Rearranged classrooms, one-way systems and ‘bubbles’ – how Exmouth primary schools are keeping children safe
PUBLISHED: 08:00 14 June 2020
Pupils have been returning to very different-looking primary schools as the Government eases lockdown restrictions.
Some schools in Exmouth have welcomed back as much as a third of their total intake after the Government said youngsters from reception, year one and year six can go back.
One-way systems have been put in place to help with social distancing and pupils from different groups are kept apart in ‘bubbles’.
In some schools, children are not coming together for assemblies and handwashing is timetabled.
At Brixington Academy, staff have offered children in nursery, reception and year one the opportunity to return to school, while year six children will be making their way back soon.
School start times, as well as lunchtimes and playtimes, have been staggered to help with social distancing and Brixington is making ‘full use’ of outdoor activity space.
Headteacher Stuart Dyer said: “Children play with the same children who are in their classroom ‘bubble’.”
Lessons at Brixington – which take place in adjusted classrooms with desks separated – are about keeping safe.
New routes around the school have also been introduced.
Mr Dyer said staff have been ‘brilliant’ in implementing the necessary changes, adding: “As a result, the returning children feel happy, safe, motivated to learn and positive about school.”
At Withycombe Raleigh Primary School, an ‘extensive’ risk assessment was undertaken and, during the late May bank holiday, staff prepared classrooms to meet Government guidelines.
Headteacher Emma Jones said: “The classes do look quite different, but the children have adapted really well, and school is still a happy place for those who are attending.”
Soft furnishings have been removed, desks have been arranged two metres apart and new individual stationery packs have been provided.
A one-way and ‘keep left’ system has been introduced and is signposted by tape on the floor.
Parents and visitors are no longer coming into the school grounds and children are now being met by staff at the gate, then escorted to their ‘bubble’.
Mrs Jones added: “We currently have 14 bubbles for children of key worker families, each with their own zone and supported by a teacher and teaching assistant.
“Bubbles are limited to 12 children and through careful planning of space within the school, they don’t mix with other bubbles.
“We also have staggered start and home times for the different year groups to avoid congestion at the school gates.”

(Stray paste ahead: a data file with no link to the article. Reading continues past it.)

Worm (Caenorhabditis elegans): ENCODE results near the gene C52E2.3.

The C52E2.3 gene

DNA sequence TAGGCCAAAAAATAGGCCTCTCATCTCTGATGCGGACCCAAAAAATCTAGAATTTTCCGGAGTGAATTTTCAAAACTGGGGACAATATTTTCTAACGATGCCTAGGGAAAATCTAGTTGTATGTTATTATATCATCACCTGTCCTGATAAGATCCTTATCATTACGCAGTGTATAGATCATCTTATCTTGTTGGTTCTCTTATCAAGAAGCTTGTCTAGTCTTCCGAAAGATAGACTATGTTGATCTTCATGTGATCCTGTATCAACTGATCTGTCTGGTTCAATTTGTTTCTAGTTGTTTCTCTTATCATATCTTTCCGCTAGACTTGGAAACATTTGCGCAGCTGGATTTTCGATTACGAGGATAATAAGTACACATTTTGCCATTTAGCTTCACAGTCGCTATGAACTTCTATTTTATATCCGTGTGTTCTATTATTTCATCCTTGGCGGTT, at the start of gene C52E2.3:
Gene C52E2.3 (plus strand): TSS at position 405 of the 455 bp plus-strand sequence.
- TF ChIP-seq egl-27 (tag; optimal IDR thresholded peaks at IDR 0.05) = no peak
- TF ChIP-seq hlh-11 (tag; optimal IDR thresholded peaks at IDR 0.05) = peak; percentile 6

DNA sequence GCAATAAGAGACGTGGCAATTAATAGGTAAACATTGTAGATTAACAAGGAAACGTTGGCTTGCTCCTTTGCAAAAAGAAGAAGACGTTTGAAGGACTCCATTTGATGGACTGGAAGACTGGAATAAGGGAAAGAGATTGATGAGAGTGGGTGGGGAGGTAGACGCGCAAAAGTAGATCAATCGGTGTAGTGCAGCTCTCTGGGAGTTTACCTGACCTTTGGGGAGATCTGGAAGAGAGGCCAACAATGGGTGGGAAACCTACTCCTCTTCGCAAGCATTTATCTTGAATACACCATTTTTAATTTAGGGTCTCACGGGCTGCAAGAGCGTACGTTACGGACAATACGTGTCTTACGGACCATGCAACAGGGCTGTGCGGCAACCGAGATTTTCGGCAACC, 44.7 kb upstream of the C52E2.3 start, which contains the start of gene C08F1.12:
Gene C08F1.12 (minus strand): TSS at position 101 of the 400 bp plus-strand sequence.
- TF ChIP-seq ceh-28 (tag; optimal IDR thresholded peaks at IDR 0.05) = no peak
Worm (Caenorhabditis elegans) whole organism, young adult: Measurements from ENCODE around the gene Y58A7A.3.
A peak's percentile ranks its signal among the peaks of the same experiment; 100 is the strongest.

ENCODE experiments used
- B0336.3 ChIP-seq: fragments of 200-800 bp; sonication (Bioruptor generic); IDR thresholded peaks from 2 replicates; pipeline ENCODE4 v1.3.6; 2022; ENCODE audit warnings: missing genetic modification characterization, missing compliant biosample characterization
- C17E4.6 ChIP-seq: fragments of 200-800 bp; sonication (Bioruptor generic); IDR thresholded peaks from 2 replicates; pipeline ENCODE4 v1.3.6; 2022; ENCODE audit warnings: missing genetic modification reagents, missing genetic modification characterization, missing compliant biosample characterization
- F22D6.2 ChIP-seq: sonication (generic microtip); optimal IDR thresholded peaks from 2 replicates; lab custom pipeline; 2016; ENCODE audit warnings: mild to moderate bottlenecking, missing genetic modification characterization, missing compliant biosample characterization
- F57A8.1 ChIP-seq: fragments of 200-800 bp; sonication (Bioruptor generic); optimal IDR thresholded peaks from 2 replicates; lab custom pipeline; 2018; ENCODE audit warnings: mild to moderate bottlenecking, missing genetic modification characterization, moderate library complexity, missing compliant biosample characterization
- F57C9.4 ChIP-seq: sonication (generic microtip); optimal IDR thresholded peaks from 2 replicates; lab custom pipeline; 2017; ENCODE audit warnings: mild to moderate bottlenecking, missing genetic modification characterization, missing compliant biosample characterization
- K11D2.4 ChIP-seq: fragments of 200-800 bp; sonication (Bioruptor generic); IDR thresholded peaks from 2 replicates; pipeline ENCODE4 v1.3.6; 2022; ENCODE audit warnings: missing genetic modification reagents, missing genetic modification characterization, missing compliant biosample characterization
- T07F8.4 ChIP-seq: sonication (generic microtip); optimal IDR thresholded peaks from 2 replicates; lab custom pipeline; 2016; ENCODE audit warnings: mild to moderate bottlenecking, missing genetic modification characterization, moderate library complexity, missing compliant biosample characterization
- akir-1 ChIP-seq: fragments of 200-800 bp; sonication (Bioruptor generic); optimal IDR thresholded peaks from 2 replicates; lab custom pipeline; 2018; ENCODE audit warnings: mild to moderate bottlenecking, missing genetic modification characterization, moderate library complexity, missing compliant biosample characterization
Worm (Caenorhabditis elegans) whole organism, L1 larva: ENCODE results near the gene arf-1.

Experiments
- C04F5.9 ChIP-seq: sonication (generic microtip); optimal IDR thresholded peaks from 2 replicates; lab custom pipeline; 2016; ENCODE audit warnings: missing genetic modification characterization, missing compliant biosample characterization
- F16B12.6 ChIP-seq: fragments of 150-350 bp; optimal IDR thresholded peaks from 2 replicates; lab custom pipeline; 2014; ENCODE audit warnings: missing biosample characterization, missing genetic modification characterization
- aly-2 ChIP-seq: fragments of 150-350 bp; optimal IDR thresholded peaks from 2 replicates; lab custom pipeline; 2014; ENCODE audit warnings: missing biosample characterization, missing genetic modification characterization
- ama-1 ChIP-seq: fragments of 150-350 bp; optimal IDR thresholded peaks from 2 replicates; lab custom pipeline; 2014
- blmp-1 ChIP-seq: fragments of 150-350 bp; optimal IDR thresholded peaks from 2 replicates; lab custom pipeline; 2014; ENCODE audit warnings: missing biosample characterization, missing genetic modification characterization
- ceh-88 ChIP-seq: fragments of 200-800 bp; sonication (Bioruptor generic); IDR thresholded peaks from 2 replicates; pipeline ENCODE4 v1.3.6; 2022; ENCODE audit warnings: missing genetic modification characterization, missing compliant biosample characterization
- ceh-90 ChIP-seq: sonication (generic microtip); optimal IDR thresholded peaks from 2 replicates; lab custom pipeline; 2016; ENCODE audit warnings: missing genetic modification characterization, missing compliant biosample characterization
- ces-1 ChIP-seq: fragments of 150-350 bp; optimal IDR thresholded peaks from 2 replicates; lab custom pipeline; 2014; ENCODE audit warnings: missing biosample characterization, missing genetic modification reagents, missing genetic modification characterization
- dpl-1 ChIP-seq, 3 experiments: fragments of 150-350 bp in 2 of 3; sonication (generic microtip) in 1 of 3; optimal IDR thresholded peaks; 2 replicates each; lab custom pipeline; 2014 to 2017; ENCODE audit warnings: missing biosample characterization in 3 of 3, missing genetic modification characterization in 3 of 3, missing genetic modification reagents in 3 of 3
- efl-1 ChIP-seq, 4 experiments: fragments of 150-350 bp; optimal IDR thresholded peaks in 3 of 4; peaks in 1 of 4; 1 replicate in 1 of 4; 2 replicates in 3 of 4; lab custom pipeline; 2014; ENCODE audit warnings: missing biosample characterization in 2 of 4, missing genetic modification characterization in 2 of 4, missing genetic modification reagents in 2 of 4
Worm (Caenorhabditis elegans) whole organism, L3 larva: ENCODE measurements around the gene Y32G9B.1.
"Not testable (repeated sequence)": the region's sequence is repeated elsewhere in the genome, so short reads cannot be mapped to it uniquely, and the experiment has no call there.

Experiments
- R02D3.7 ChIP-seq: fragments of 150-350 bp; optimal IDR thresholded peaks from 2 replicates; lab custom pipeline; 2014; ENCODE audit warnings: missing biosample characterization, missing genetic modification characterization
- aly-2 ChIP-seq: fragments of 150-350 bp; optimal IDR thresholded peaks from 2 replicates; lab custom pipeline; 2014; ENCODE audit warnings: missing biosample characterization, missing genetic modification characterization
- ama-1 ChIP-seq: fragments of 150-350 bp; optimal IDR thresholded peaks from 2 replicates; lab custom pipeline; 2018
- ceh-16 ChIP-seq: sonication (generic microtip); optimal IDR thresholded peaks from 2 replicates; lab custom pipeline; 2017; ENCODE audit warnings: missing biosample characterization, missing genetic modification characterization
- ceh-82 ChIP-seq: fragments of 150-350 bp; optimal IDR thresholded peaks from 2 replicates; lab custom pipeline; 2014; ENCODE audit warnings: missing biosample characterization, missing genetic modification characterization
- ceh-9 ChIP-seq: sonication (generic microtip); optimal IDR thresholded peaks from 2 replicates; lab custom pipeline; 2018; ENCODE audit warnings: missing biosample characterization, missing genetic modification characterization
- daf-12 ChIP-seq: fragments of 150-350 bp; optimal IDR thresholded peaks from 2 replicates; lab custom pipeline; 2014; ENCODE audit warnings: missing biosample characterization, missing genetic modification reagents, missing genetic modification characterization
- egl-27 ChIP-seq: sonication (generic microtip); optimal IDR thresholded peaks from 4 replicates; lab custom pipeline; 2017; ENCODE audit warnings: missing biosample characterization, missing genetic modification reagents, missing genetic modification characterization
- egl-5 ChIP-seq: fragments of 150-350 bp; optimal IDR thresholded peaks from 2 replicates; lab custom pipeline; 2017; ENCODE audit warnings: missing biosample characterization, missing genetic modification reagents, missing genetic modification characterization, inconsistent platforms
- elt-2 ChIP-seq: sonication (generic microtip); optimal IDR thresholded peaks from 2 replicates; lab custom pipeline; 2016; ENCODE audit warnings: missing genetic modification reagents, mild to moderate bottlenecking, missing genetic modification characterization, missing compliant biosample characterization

Hand washing is timetabled every hour and children spend their time participating in learning activities with a focus on art, creative and physical activity.
Fortnightly home learning packs are still being produced for pupils being educated at home and online resources continue to be available via the school’s website.
Mrs Jones added: “I am so impressed and proud that the Withycombe team have been able to implement a whole new way of educating our children at such short notice.
“Staff have gone above and beyond to maintain contact with families and ensure that children have access to great learning activities.”
Marpool Primary School is also using the ‘bubble’ model where children belong to a ‘bubble’ led by their class teacher or a key staff member.
‘Bubbles’ have no more than 15 children in them and they have a home base where they spend most of their day.
Break times are staggered, and each ‘bubble’ uses a designated area within the grounds which is rotated daily for variety.
As at Withycombe, soft furnishings have been removed from classrooms and staff open doors and windows upon arrival for ‘maximum’ ventilation.
Each class base has a cleaning kit per ‘bubble’ which will be taken with them if they use another learning space.
Movement is limited around the school to the designated home bases, toilets and designated outside spaces. Where additional spaces are used, this is done in ‘bubbles’ and cleaned after each use.
Headteacher Rachel Pattison thanked her staff, teachers and support staff for being an ‘amazing’ team.
If you value what this story gives you, please consider supporting the Exmouth Journal. Click the link in the orange box above for details.